Plus, if you liked the first episode of The Walking Dead, basically half of that was ripped straight from this movie. So that’s… something.
#4 The (Feel) Good – Coraline (2009)
Of course, you’ll need something to watch with younger members of the family. Or just something more cozy than horrifying in general. It’s cold outside, and you just want to wrap yourself up in several blankets, have a small fire crackling by the hearth, drinking a cup of hot chocolate and watch something suitably creepy in that nice sort of way.
Coraline is the movie that’ll send shivers up your spine, but it feels good. Makes you smile. And what really brings it all home is the fact that the movie is stop-motion animated. It is simply impossible to watch something in stop-motion and not feel all cozy and snuggly inside.
I’m not going to tell you anything more about the movie. Trust me, it’s good, it’s creepy and it has exactly the feeling you’re looking for if what I just described sounds up your alley.
#5 The Bad – Anaconda (1997)
For me, there are few things as fun as a terrible horror movie. Inviting a few friends over and laughing at a film intended to frighten just feels good. It makes your soul bound and leap. And sure, it’s great fun to giggle at the lack of budget in things like Manos: The Hands of Fate or Jack Frost, but the best possible scenario is when the movie had no reason to fail. When the cast is big, the budget is high, and the laughs are plenty.
Such is the case with Anaconda, a 1997 abomination starring (and brace yourself for this one) Jennifer Lopez, Ice Cube, Jon Voight, Owen Wilson, Danny Trejo and Eric Stoltz. It had a $45 million dollar budget and nothing stopping it from being the Hollywood horror hit of the summer. Except somewhere along the line, if it was the script, director or gigantic, stupidly expensive entirely CGI snake, I don’t know, but somewhere along the line something went wrong.
My money’s on the huge CGi snake. Just look at that screenshot. This movie is one of the funniest around, so gather some friends and throw this on and you’ll have a blast.
#6 The Ugly – Saló: or 120 Days of Sodom (1972)
On literally the other end of the universe, we have Saló.
“What could be so bad about this nondescript picture of a man looking through a very small pair of binoculars?”, you might say if you’ve never heard of Pier Paolo Pasolini’s final film. Well, let me tell you, that picture of man looking through a very small pair of binoculars was just about the only Safe For Work screenshot I could find.
It is the story of a group of Italian fascist elites who kidnap a bunch of young boys and girls, take them to a mansion in the middle of nowhere and torture them in increasingly horrific ways, and that’s the whole movie. Kind of.
Saló: or 120 Days of Sodom is a miserable, depressing, disgusting, off-putting and confrontational film. It’s up there with the Cannibal Holocaust’s and Human Centipede’s of the world in terms of infamy. Most every film buff has heard of this movie, but few have watched it. Because when paired with titles like those I mentioned just now, one would be forgiven for thinking this was simply a garish, tasteless film whose only purpose is to shock.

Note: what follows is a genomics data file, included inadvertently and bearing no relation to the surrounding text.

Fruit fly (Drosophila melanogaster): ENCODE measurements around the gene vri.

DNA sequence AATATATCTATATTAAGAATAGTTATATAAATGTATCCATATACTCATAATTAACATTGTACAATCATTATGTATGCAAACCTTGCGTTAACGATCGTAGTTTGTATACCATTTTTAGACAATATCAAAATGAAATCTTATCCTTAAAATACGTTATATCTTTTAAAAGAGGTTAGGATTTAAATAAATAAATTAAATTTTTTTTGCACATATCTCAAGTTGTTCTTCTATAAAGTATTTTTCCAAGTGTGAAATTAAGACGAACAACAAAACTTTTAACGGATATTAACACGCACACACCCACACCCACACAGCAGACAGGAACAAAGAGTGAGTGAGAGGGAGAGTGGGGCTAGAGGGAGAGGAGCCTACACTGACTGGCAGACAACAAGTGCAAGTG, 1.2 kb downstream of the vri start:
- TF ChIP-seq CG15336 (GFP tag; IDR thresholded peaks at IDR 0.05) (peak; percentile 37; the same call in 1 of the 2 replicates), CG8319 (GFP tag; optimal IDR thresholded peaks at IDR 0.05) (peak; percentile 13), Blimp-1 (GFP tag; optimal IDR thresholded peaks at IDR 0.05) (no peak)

However, that is not the case. Soon, you’ll notice this movie has quite a bit to say. Unlike Human Centipede and the others in that camp, Saló feels urgent. It was made for a reason. The director had something important to say and said it in the most blunt way he possibly could.
Doesn’t make it easy to watch, though, that’s for sure.
#7 The “Wait, what did you say this was called?” – ThanksKilling (2009)
This is a movie about an evil demonic turkey that kills people and says dumb one-liners and it’s called ThanksKilling. What the hell else do you need?
#8 The Hide Your Face In a Pillow – Audition (1999)
In 1999, Takashi Miike put together one of the scariest movies ever made, a favourite of many horror fans, myself, Eli Roth, the Soska sisters and Quentin Tarantino included. It is about a man whose wife has lived alone with his son for a long time since his wife passed away. Together with his friend, they come up with a scheme to audition for the leading role in a romantic comedy, while truly auditioning a series of girls to be the protagonist’s bride to be.
I’d advise against Googling this movie and staying as blind as you possibly can before watching it. It takes you on the trip of your life and throws you head first into one of the single most disturbing endings in cinema history.
Audition is brilliant in every way and is, in my opinion, required viewing for any and all film enthusiasts, whether you are into horror or not. This is a spectacular film, so if you think you can handle it, you have to do yourself the favour of seeing it. Although, be warned, if you’re squeamish, keep a finger on the off-button.
#9 The One Your Great Grandma Saw in the Theatre – Vampyr (1932)
A few years back, there was a genius Danish director named Carl Theodor Dreyer. He is most famous for The Passion of Joan of Arc (1928), but this underappreciated horror gem is almost as great.
This is a silent film, shot for pretty cheap, and every single aspect of it makes it creepier. The cinematography is amazing, utilizing shadows in ways no one had ever done, at a time in film when utilizing scary shadows was all the rage.
Despite being silent, it also has an incredibly intense climax. If there was any director who could successfully stress you out without any sound of music, it was Dreyer, and he makes full use of every tool in the book to creep you out.
All in all, for this Halloween season, go out there and watch something new. For those of you just starting out, I hope I’ve convinced you to check out a couple cool movies. For you film buffs, well, I hope I brought up at least a few you haven’t seen before.